Failure Will Break Ability to Send Email via Exchange Online
Message center notification MC297438 arrived in the Microsoft 365 admin center on November 10 to inform me that Microsoft was about to enforce version 1.2 of the Transport Layer Security (TLS) for Direct Routing SIP interfaces. I have no problem with this proposal. It seems perfectly splendid to enforce TLS 1.2 for all manner of communications.
The note then said: “You are receiving this message because our reporting indicates that your organization is still connecting using SMTP Auth client submission via smtp.office365.com with TLS1.0 or TLS1.1 to connect to Exchange Online.”
Deprecating Old TLS
The problem here is that PowerShell uses the system default for TLS unless you specify otherwise. Although Microsoft is excluding SMTP AUTH from the set of connection protocols they will block for basic authentication in all tenants in October 2022, this doesn’t mean that SMTP AUTH is immune from other efforts within Microsoft 365 to remove older, less secure protocols. As Microsoft notes in MC297438, they communicated their intention to remove TLS 1.0 and 1.1 from Microsoft 365 as far back as December 2017, so this development shouldn’t come as a shock to anyone.
I covered this topic in January 2021 and noted that script developers who use the Send-MailMessage cmdlet to send email via Exchange Online should include a line in their scripts to force PowerShell to use TLS 1.2. If you don’t, the deprecation of TLS 1.0 and 1.1 in Exchange Online will prevent scripts being able to send messages.
For the record, the command to force TLS 1.2 connections from PowerShell is:
[Net.ServicePointManager]::SecurityProtocol = [Net.SecurityProtocolType]::Tls12
Hopefully, components like multi-function devices which use basic authentication with SMTP AUTH today can use TLS 1.2 connections. If they can’t, those connections will stop working even while basic authentication for SMTP AUTH persists.
Moving to the Graph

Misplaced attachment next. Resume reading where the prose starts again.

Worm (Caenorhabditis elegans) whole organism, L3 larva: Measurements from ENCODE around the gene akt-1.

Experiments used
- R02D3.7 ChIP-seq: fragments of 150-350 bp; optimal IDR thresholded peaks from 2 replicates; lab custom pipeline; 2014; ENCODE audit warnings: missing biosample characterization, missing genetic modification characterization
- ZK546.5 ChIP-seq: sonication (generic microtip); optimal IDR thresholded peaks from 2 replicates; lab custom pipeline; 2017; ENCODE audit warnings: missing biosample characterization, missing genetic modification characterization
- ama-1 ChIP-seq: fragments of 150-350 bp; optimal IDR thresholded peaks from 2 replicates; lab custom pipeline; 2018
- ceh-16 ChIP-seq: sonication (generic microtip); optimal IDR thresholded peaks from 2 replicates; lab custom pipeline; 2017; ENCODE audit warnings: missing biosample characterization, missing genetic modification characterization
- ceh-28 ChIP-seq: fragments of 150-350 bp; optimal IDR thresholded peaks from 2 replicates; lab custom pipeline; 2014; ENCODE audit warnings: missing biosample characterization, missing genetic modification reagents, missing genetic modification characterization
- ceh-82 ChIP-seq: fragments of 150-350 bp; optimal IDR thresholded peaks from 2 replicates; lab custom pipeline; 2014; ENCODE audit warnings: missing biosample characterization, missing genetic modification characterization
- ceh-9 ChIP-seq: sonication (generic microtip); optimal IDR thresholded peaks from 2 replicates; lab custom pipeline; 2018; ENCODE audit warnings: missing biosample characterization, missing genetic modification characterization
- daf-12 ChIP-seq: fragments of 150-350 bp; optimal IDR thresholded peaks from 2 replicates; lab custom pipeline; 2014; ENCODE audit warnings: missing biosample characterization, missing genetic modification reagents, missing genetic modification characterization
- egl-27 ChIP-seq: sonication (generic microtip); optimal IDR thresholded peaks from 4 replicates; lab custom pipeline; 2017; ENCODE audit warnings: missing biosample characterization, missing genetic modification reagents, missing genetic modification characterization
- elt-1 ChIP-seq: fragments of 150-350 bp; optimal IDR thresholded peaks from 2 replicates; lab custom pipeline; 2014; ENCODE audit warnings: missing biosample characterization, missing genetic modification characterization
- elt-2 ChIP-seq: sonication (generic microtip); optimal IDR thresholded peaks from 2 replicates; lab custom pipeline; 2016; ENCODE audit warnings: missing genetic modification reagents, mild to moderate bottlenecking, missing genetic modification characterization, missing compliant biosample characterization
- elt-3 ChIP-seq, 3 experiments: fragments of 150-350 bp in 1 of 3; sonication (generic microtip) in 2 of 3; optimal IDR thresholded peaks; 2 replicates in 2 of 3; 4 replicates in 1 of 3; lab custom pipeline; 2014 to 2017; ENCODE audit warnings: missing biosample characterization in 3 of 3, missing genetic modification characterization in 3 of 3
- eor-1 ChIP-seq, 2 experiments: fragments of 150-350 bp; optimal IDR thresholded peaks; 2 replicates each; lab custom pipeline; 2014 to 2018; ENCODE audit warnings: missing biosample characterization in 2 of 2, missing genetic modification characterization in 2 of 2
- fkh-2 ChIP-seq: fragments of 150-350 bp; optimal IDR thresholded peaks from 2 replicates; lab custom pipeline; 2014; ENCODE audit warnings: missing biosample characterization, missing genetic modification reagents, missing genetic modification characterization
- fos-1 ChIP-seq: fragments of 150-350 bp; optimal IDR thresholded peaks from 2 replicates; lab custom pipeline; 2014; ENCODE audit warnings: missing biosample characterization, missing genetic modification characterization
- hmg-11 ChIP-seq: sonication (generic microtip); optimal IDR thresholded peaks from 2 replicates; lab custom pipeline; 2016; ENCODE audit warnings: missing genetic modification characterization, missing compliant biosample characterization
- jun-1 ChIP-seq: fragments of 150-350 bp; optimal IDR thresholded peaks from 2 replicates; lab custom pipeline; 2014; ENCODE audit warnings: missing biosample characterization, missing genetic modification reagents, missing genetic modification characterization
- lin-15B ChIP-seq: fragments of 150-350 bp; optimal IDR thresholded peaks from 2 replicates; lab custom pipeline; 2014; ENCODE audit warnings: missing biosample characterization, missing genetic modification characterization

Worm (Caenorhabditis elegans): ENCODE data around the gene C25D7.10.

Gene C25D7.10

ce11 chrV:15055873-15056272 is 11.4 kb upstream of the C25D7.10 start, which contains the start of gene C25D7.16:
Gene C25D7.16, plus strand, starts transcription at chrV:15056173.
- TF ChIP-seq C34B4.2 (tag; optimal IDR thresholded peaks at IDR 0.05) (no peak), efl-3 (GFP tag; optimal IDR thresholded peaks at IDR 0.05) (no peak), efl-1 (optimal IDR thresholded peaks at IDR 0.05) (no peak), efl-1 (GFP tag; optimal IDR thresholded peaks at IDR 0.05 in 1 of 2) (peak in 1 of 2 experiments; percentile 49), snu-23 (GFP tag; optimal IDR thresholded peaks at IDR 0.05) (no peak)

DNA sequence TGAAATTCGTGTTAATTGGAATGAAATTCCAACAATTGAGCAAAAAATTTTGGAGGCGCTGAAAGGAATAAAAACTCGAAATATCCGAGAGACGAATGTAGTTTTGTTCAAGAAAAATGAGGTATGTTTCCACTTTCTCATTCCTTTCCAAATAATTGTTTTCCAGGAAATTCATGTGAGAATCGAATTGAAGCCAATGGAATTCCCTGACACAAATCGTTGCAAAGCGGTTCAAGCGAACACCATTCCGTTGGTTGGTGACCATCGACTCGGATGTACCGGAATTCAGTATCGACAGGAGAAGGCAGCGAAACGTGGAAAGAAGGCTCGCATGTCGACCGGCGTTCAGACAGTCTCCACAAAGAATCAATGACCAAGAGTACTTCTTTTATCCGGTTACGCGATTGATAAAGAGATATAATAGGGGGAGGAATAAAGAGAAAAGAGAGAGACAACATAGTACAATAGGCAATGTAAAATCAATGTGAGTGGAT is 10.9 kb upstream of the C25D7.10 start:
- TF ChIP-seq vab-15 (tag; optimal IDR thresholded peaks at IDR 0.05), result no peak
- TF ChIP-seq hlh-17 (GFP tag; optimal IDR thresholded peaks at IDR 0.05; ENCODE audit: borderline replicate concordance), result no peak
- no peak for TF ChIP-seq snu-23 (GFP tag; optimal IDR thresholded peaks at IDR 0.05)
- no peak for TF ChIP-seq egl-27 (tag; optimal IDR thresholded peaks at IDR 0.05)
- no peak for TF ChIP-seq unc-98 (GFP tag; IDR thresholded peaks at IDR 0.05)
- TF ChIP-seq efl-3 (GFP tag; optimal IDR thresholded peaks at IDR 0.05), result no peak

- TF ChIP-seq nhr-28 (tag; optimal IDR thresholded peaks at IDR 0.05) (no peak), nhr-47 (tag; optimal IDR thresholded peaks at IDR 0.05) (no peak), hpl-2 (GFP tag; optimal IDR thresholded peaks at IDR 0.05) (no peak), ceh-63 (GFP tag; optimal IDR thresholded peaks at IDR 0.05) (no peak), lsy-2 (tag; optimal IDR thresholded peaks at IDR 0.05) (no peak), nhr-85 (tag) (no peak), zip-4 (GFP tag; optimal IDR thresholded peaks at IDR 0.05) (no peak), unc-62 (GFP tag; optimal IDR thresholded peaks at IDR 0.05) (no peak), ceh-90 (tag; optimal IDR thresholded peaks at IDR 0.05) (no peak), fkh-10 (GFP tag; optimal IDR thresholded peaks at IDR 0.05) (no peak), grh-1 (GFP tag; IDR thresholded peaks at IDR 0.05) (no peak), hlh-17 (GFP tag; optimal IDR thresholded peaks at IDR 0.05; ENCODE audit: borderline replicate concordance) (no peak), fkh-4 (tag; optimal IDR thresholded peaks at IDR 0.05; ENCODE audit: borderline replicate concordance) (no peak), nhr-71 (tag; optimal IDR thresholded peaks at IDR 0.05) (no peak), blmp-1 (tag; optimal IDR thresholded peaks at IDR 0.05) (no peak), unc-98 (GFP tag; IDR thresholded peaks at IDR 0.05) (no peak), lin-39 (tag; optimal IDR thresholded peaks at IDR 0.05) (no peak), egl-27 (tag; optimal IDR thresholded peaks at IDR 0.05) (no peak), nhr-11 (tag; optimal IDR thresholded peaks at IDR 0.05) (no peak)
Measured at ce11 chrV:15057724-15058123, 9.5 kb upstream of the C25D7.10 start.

Forcing PowerShell to use TLS 1.2 is effective, but it’s a short-term fix. Microsoft will come back to the topic of SMTP AUTH once the dust settles after the removal of basic authentication for the other connection protocols next year. The time will come when Exchange Online ceases support for basic authentication with SMTP AUTH connections.
Microsoft’s preferred method for sending secure email with Exchange Online is to use the Graph APIs. You can do this in two ways by upgrading scripts to replace calls to the Send-MailMessage cmdlet with:
- The SendMail Graph API call
- The Send-MgUserMessage cmdlet from the Microsoft Graph SDK for PowerShell. This approach is possibly easier for people coming from PowerShell and exploring their first use of the Graph APIs.
Graph APIs use modern authentication, so the basic authentication issue doesn’t arise.
It’s time to inventory the scripts in your tenant which send email via Exchange Online to know what needs to be done, make sure that TLS 1.2 is used by all scripts, and consider the best option for future upgrades.
Insight like this doesn’t come with hard work and experience. You’ve got to know the technology and understand how to look behind the scenes. Benefit from the knowledge and experience of the Office 365 for IT Pros team by subscribing to the best eBook covering Office 365 and the wider Microsoft 365 ecosystem.